The basic trigonometric identities come in several varieties. These include the reciprocal identities, ratio identities, Pythagorean identities, symmetric identities, and cofunction identities. Each of these identities follows directly from the definition.

The following identities are true for all values for which they are defined:

$\sin t=\dfrac{1}{\csc t}$ | $\tan t=\dfrac{1}{\cot t}$ | $\sec t=\dfrac{1}{\cos t}$ |

$\cos t=\dfrac{1}{\sec t}$ | $\cot t=\dfrac{1}{\tan t}$ | $\csc t=\dfrac{1}{\sin t}$ |

** Proof:** From the Unit Circle Definition, we have
$\csc t=\dfrac{1}{y}=\dfrac{1}{\sin t}$. The proofs of the other five identities are similar.♦

The following identities are true for all values for which they are defined:

$\sin t=\dfrac{\cos t}{\cot t}$ | $\tan t=\dfrac{\sin t}{\cos t}$ | $\sec t=\dfrac{\tan t}{\sin t}$ |

$\sin t=\dfrac{\tan t}{\sec t}$ | $\tan t=\dfrac{\sec t}{\csc t}$ | $\sec t=\dfrac{\csc t}{\cot t}$ |

$\cos t=\dfrac{\sin t}{\tan t}$ | $\cot t=\dfrac{\cos t}{\sin t}$ | $\csc t=\dfrac{\cot t}{\cos t}$ |

$\cos t=\dfrac{\cot t}{\csc t}$ | $\cot t=\dfrac{\csc t}{\sec t}$ | $\csc t=\dfrac{\sec t}{\tan t}$ |

* Proof:* From the Unit Circle Definition, we have
$\tan t=\dfrac{y}{x}=\dfrac{\sin t}{\cos t}$. The proofs of the other eleven identities are similar.♦

Of the twelve ratio identities given, only two are commonly cited, namely the ones which involve ratios of sine and cosine. Besides these twelve ratios, other ratios can be produced and simplified, but either they will either equal the constant 1, or be a product of trig functions.

The following identities are true for all values for which they are defined:

$\sin^2 t+\cos^2 t=1$ |

$1+\tan^2 t=\sec^2 t$ |

$1+\cot^2 t=\csc^2 t$ |

* Proof:* The equation of the unit circle is
$x^2+y^2=1$. Substituting using the Unit Circle Definitions, we
obtain the first of the three identities. The other two
identities can be obtained by dividing each side of the equation by an
appropriate factor.♦

Note that the Pythagorean identities provide a way to express the square of every trigonometric function in an alternate form.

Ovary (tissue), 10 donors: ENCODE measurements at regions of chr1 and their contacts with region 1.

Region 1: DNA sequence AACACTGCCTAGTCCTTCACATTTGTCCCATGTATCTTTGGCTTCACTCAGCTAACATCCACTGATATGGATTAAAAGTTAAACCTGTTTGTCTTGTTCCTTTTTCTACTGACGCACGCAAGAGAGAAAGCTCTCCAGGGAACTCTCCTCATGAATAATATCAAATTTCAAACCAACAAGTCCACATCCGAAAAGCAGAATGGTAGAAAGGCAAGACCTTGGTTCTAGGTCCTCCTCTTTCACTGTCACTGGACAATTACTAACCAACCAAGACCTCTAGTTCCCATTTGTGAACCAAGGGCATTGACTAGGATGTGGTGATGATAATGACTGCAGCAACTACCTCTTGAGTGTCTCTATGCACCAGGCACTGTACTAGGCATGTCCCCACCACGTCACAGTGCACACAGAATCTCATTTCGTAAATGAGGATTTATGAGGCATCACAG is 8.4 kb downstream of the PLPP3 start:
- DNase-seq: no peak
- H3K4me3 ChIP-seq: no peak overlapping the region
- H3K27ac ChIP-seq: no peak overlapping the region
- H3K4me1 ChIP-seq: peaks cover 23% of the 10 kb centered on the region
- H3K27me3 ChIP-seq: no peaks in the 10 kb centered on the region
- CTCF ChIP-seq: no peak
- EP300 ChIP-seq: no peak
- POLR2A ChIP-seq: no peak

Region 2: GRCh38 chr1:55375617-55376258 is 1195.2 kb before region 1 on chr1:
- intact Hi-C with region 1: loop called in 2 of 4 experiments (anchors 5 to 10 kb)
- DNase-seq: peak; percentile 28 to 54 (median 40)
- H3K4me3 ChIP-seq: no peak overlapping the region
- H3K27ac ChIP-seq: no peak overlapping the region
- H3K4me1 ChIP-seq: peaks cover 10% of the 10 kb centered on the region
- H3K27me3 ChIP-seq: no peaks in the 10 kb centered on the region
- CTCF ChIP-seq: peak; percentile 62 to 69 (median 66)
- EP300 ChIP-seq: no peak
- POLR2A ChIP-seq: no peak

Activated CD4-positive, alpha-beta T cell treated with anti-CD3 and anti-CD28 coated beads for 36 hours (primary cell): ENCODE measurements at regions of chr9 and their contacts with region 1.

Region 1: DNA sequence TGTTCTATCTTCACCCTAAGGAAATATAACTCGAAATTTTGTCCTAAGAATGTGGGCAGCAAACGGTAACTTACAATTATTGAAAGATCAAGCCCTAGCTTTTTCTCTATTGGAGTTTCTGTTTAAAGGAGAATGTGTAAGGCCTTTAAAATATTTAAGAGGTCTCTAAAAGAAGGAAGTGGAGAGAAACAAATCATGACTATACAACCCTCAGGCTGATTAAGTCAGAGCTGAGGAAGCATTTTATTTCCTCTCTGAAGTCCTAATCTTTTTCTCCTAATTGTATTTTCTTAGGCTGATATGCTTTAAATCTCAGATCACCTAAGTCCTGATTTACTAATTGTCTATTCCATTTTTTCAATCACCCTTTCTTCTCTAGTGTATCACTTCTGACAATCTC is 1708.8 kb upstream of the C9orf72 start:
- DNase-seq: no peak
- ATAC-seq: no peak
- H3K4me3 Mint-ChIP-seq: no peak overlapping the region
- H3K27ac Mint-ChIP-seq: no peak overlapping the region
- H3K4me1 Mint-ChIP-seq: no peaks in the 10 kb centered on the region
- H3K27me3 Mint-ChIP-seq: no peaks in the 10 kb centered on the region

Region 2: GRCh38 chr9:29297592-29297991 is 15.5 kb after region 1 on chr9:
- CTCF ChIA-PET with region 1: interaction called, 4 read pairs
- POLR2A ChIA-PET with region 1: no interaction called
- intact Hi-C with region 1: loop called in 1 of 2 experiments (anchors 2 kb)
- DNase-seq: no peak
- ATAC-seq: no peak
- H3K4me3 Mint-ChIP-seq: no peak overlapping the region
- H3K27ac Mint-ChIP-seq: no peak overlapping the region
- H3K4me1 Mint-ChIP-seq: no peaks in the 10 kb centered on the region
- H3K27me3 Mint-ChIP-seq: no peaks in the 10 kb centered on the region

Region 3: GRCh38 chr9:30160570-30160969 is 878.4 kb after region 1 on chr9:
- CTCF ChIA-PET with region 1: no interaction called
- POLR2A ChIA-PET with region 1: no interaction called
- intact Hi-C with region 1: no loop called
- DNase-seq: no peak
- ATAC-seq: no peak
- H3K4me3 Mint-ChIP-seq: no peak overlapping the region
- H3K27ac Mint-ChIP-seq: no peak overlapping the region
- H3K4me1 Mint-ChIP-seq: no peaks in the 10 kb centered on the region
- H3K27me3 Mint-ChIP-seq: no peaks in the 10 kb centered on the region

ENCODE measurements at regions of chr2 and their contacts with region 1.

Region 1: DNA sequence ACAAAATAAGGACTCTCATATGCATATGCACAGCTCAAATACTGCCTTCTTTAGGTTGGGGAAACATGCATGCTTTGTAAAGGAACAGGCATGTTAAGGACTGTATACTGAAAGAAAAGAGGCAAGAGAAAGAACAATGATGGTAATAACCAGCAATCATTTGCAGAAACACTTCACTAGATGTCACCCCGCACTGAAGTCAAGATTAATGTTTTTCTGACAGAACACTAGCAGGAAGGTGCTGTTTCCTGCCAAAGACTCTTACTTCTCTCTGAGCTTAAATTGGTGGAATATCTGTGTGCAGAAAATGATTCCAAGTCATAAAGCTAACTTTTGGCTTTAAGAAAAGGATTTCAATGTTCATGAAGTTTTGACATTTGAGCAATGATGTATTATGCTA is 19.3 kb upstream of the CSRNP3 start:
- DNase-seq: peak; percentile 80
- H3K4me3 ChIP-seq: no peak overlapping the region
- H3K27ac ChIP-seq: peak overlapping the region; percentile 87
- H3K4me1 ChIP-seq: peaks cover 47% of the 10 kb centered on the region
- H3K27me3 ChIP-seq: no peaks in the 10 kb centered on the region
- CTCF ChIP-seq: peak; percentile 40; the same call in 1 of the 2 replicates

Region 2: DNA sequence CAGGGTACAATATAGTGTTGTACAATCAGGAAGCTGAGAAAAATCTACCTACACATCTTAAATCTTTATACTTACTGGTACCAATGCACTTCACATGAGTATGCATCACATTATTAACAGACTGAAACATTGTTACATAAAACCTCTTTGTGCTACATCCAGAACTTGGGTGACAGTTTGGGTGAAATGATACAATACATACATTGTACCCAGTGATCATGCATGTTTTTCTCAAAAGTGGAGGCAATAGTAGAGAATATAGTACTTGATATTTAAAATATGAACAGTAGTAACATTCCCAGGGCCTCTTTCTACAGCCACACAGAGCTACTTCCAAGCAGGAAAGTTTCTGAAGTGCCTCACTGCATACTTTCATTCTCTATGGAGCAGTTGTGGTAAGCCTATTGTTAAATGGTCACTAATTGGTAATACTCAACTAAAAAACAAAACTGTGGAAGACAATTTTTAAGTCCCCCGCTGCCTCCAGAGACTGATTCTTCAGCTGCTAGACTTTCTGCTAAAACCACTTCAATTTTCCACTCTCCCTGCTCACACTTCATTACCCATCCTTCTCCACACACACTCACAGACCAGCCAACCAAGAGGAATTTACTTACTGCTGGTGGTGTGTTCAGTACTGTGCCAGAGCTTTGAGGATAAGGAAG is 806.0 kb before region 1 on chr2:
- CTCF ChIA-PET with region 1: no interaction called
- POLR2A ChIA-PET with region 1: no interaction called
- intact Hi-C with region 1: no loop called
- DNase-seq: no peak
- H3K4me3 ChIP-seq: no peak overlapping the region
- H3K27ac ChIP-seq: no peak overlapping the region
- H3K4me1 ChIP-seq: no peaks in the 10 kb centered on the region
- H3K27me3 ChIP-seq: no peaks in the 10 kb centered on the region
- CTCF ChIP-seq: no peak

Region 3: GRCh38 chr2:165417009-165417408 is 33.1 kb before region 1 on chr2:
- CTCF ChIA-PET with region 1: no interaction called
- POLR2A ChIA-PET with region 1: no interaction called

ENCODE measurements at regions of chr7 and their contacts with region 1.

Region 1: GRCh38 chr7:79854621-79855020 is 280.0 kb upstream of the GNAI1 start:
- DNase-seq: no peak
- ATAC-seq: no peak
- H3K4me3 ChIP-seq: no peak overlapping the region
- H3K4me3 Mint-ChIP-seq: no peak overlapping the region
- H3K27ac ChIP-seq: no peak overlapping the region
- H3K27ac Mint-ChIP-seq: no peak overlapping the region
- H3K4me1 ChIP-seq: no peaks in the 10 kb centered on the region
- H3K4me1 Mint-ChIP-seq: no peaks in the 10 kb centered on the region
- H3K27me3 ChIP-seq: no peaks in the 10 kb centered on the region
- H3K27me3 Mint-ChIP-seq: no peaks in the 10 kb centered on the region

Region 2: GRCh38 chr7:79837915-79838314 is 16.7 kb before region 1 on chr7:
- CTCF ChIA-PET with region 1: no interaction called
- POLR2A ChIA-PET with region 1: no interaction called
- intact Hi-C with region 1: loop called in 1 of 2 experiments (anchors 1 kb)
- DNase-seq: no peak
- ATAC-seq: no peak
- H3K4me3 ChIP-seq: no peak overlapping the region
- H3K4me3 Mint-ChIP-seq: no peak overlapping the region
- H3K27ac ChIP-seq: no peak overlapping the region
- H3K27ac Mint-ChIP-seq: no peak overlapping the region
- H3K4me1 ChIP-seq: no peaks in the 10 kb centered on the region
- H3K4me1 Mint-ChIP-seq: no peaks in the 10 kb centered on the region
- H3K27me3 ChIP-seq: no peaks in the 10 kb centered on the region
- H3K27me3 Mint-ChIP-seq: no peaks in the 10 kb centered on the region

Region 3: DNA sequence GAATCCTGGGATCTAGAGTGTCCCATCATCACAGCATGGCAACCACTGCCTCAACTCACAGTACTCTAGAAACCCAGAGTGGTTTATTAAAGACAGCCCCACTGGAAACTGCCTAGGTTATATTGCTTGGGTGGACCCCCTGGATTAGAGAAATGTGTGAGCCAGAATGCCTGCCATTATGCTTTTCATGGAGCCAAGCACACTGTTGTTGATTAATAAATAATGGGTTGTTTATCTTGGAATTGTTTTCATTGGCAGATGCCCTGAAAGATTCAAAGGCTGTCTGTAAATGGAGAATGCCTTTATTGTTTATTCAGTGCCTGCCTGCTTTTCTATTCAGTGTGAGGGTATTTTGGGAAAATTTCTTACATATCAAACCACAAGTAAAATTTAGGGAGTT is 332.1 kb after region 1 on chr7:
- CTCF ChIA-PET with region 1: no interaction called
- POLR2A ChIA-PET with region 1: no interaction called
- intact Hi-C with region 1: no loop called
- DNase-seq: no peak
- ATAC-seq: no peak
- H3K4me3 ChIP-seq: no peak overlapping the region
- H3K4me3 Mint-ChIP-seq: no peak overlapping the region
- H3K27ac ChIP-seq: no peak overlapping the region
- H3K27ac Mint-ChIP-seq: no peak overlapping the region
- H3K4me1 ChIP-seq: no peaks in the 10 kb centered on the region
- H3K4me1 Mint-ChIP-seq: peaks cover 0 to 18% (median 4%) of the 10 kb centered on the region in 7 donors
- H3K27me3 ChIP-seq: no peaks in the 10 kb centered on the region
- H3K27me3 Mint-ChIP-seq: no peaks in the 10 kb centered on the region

The following identities are true for all values for which they are defined:

$\sin (-t)=-\sin t$ | $\tan (-t)=-\tan t$ | $\sec (-t)=+\sec t$ |

$\cos (-t)=+\cos t$ | $\cot (-t)=-\cot t$ | $\csc (-t)=-\csc t$ |

** Proof:** Let the point $A$ on the unit
circle have coordinates $(x,y)$ and arc length $t$, measured counterclockwise from
the point $(1,0)$. Define point $B$ to be the point on the unit circle whose arc length is $t$,
measured clockwise from the point
$(1,0)$. In other words, measured counterclockwise, the arc
length is $-t$. Then, by symmetry across the $x$-axis, the
coordinates of point $B$ are $(x,-y)$.
Therefore, we have $\sin(-t)=-y=-\sin t$.

The proof of the cosine identity is similar. For the tangent identity, we have $\tan (-t)=\dfrac{\sin(-t)}{\cos(-t)}=\dfrac{-\sin t}{+\cos t}=-\tan t$.

The proofs of the last three trigonometric identities are similar to the proof of the tangent identity.♦

The following identities are true for all values for which they are defined:

$\sin t=\cos\left(\dfrac{\pi}{2}-t\right)$ | $\cos t=\sin\left(\dfrac{\pi}{2}-t\right)$ |

$\tan t=\cot\left(\dfrac{\pi}{2}-t\right)$ | $\cot t=\tan\left(\dfrac{\pi}{2}-t\right)$ |

$\sec t=\csc\left(\dfrac{\pi}{2}-t\right)$ | $\csc t=\sec\left(\dfrac{\pi}{2}-t\right)$ |

** Proof:** Let the point $A$ on the unit
circle have coordinates $(x,y)$ and arc length $t$, measured counterclockwise from
the point $(1,0)$.
Define point $B$ to be the point on the unit circle whose arc length is
$\dfrac{\pi}{2}-t$, measured counterclockwise from the same point. Then
the coordinates of point $B$ are $(y,x)$. Therefore, we
have $\cos\left(\dfrac{\pi}{2}-t\right)=y=\sin t$.

The proofs of the other five identities are similar.♦